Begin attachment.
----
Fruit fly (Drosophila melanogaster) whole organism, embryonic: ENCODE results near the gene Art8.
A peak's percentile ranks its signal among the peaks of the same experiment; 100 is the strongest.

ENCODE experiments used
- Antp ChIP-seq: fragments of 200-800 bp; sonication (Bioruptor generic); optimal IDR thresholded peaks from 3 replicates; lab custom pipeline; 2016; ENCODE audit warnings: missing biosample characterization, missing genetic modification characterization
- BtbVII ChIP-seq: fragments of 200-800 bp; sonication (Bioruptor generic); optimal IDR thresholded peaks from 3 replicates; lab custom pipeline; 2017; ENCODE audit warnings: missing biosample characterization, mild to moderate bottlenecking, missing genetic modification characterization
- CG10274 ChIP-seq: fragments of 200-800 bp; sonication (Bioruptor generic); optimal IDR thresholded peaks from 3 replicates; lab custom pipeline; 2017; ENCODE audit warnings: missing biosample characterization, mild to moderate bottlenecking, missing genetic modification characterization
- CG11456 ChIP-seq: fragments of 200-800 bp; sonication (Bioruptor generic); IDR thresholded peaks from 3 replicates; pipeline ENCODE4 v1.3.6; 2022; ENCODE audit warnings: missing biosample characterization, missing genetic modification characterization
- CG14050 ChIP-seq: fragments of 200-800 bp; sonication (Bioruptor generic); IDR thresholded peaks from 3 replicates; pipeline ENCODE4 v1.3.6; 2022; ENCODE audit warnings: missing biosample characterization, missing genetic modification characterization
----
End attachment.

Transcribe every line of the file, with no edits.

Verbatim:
Fruit fly (Drosophila melanogaster) whole organism, embryonic: ENCODE results near the gene Art8.
A peak's percentile ranks its signal among the peaks of the same experiment; 100 is the strongest.

ENCODE experiments used
- Antp ChIP-seq: fragments of 200-800 bp; sonication (Bioruptor generic); optimal IDR thresholded peaks from 3 replicates; lab custom pipeline; 2016; ENCODE audit warnings: missing biosample characterization, missing genetic modification characterization
- BtbVII ChIP-seq: fragments of 200-800 bp; sonication (Bioruptor generic); optimal IDR thresholded peaks from 3 replicates; lab custom pipeline; 2017; ENCODE audit warnings: missing biosample characterization, mild to moderate bottlenecking, missing genetic modification characterization
- CG10274 ChIP-seq: fragments of 200-800 bp; sonication (Bioruptor generic); optimal IDR thresholded peaks from 3 replicates; lab custom pipeline; 2017; ENCODE audit warnings: missing biosample characterization, mild to moderate bottlenecking, missing genetic modification characterization
- CG11456 ChIP-seq: fragments of 200-800 bp; sonication (Bioruptor generic); IDR thresholded peaks from 3 replicates; pipeline ENCODE4 v1.3.6; 2022; ENCODE audit warnings: missing biosample characterization, missing genetic modification characterization
- CG14050 ChIP-seq: fragments of 200-800 bp; sonication (Bioruptor generic); IDR thresholded peaks from 3 replicates; pipeline ENCODE4 v1.3.6; 2022; ENCODE audit warnings: missing biosample characterization, missing genetic modification characterization